Language Stealing

I know this is wrong, but I call this one poem raping. (Please don’t send me angry emails.) The point of this one is to force you to use another’s language when your diction becomes predictable. I got this one from Kim Addonizio’s The Poet\’s Companion: A Guide to the Pleasures of Writing Poetry. From what I remember, you take a poem you admire and then make three lists—adjectives, nouns, and verbs. In each list, circle five words that stand out. Try to use these words in a poem.

Speech Acts

This one I got from my former professor Dana Levin who I believe got it from Helen Vendler. I wrote a lyric poem that I was quite pleased with (and was later published) as a result of this exercise. The point of this exercise is to try to use several speech acts that you don’t typically use.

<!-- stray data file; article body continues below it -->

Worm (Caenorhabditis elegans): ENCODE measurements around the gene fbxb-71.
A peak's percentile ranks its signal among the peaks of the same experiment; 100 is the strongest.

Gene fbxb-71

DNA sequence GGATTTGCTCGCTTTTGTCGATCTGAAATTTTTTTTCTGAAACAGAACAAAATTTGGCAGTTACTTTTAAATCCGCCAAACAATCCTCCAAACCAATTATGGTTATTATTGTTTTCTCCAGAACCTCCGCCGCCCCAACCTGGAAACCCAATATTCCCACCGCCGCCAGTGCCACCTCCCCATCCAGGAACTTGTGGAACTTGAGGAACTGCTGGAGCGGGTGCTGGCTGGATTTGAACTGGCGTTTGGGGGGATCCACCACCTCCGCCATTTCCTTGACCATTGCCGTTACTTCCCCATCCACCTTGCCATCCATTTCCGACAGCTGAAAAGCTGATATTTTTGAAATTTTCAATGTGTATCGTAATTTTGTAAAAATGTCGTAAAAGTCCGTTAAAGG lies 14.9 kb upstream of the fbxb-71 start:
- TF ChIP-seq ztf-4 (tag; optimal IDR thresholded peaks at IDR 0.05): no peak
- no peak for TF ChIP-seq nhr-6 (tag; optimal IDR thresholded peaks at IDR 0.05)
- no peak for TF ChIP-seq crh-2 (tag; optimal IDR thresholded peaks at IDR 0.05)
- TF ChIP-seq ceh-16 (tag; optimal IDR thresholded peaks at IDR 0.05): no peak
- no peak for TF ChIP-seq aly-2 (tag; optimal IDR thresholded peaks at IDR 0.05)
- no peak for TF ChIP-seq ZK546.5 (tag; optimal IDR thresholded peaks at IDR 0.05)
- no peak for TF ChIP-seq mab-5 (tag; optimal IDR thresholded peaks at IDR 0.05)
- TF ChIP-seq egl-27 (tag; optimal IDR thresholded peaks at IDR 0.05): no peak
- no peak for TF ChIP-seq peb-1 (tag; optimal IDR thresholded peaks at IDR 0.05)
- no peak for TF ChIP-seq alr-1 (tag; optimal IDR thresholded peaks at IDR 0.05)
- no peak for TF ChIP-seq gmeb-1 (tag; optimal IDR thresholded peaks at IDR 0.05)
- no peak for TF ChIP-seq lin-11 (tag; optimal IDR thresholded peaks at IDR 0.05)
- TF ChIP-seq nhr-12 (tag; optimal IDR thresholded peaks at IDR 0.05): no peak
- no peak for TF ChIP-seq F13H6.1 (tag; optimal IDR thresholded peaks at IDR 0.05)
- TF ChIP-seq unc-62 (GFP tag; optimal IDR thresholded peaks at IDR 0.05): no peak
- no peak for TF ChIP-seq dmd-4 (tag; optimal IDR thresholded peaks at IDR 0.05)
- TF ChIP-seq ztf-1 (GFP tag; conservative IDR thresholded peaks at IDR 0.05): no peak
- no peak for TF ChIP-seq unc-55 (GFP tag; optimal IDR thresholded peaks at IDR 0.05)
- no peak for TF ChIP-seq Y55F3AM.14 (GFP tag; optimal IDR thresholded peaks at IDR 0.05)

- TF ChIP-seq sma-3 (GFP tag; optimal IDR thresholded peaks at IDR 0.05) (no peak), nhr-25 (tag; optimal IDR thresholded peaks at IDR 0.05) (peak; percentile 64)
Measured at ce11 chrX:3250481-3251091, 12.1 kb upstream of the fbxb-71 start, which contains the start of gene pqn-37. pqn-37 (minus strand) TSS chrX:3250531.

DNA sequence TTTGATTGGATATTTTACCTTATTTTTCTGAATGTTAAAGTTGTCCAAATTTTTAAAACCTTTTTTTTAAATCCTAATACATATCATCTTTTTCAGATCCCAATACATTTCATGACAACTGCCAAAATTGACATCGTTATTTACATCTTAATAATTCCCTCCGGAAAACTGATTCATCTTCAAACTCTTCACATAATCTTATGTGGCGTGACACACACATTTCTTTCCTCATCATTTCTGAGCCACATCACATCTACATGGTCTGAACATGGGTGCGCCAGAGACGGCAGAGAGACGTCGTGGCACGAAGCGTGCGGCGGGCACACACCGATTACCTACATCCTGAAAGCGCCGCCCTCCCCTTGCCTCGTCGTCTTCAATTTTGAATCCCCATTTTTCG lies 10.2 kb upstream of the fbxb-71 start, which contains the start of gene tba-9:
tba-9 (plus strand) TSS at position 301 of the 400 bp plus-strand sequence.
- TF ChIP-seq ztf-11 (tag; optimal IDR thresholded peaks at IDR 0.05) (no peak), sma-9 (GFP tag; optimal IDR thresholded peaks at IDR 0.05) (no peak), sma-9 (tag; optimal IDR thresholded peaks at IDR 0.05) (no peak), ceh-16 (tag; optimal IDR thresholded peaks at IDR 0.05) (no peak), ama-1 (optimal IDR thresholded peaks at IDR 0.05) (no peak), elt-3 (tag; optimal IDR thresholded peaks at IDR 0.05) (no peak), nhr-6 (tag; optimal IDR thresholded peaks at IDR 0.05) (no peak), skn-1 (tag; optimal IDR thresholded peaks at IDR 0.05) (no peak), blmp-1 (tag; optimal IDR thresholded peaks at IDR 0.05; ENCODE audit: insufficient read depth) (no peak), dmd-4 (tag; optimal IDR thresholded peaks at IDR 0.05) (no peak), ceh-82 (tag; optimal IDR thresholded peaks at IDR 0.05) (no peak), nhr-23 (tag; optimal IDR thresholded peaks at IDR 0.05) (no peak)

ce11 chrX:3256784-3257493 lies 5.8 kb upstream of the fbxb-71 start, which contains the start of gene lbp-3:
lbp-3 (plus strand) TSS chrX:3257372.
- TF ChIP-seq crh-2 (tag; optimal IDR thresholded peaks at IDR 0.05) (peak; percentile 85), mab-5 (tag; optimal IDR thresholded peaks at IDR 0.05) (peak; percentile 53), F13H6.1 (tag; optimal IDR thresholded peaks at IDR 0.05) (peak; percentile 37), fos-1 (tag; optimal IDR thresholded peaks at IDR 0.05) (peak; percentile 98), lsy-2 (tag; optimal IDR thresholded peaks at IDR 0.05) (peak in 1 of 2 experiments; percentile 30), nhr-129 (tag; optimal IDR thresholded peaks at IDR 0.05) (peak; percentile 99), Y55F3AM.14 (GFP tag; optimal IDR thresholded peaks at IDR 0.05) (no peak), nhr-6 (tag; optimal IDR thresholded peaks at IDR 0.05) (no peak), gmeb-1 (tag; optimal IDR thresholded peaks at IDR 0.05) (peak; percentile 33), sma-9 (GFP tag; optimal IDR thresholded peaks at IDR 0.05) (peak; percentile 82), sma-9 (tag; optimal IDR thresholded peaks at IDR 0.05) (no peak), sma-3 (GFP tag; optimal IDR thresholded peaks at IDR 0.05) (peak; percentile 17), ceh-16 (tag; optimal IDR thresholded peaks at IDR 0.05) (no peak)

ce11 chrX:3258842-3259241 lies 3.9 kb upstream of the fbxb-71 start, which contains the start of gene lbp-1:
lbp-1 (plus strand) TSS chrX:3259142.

Here is a short list of speech acts. For some examples, click here.

apology

complaint

compliment

response

refusal

boast

request

lament

Those are just a few exercises that help me get some creative juices flowing. I hope your writing is fruitful and unsettling. I hope you unearth some nuggets of weirdness.

Love and Squalor,

Oh Hells Nah

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www.ohhellsnah.com is like hot dogs for your brain! I am a small Mexican American woman who likes to bitch, eat good food, and write poems. I cover some of the following topics: writing, hot dogs, feminism, weird fashion, Buddhism, misanthropy, humanism, culture, Chicago, Muppets, race, travel, time travel, manners, and gnomes.